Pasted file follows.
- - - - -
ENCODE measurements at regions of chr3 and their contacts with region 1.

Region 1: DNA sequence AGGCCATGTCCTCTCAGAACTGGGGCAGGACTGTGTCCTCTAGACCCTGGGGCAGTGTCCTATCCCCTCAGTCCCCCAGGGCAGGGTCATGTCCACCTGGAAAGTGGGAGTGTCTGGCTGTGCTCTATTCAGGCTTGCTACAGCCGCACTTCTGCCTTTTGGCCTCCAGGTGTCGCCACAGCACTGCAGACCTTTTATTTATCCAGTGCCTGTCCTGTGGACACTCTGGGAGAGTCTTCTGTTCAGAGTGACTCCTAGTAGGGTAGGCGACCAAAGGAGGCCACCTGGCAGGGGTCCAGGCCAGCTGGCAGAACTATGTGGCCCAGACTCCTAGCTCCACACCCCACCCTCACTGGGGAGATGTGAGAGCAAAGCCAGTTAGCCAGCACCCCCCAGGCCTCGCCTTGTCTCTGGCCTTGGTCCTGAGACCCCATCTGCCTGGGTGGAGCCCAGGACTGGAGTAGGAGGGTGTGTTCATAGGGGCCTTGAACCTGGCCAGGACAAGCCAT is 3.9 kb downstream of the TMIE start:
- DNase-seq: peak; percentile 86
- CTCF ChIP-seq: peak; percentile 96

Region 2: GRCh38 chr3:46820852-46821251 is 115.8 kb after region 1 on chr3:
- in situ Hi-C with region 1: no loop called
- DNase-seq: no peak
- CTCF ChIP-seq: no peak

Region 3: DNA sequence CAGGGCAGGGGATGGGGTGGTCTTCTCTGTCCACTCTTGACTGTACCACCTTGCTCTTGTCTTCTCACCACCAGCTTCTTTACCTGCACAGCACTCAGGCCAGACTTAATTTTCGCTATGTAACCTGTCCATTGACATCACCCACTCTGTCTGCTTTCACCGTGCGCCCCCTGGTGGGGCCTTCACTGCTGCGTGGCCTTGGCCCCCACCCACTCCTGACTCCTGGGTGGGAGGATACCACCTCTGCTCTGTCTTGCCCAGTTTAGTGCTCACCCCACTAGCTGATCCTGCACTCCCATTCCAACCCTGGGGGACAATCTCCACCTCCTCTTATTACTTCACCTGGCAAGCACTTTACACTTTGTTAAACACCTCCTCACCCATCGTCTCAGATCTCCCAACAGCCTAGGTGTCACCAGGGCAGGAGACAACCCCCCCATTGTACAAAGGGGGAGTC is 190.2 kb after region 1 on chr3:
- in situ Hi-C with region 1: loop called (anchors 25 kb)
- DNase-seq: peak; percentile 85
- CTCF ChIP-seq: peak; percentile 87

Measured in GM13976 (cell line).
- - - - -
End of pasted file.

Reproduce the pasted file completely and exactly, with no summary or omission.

ENCODE measurements at regions of chr3 and their contacts with region 1.

Region 1: DNA sequence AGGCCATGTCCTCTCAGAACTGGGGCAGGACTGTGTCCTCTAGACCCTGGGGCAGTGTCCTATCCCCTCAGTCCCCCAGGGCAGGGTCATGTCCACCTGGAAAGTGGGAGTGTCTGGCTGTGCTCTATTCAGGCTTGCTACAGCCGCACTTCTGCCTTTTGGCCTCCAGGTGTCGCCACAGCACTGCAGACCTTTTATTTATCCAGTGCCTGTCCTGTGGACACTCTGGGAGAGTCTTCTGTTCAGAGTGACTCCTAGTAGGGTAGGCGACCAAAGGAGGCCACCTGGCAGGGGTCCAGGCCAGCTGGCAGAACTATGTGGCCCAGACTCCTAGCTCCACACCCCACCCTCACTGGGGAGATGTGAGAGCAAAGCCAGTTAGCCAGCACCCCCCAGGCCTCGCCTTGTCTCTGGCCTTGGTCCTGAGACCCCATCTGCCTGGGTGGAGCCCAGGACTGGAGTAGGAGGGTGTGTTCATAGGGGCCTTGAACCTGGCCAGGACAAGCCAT is 3.9 kb downstream of the TMIE start:
- DNase-seq: peak; percentile 86
- CTCF ChIP-seq: peak; percentile 96

Region 2: GRCh38 chr3:46820852-46821251 is 115.8 kb after region 1 on chr3:
- in situ Hi-C with region 1: no loop called
- DNase-seq: no peak
- CTCF ChIP-seq: no peak

Region 3: DNA sequence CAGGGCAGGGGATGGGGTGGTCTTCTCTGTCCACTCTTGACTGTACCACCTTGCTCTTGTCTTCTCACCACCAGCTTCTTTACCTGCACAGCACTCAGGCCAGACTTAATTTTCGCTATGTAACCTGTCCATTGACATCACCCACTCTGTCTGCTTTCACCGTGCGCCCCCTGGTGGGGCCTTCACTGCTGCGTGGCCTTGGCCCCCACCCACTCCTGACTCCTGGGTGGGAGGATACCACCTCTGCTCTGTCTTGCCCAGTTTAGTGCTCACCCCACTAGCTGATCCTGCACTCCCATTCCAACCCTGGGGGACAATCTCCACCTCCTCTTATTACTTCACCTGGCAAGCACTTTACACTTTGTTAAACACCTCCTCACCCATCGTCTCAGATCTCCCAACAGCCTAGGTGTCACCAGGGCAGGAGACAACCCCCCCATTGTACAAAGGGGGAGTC is 190.2 kb after region 1 on chr3:
- in situ Hi-C with region 1: loop called (anchors 25 kb)
- DNase-seq: peak; percentile 85
- CTCF ChIP-seq: peak; percentile 87

Measured in GM13976 (cell line).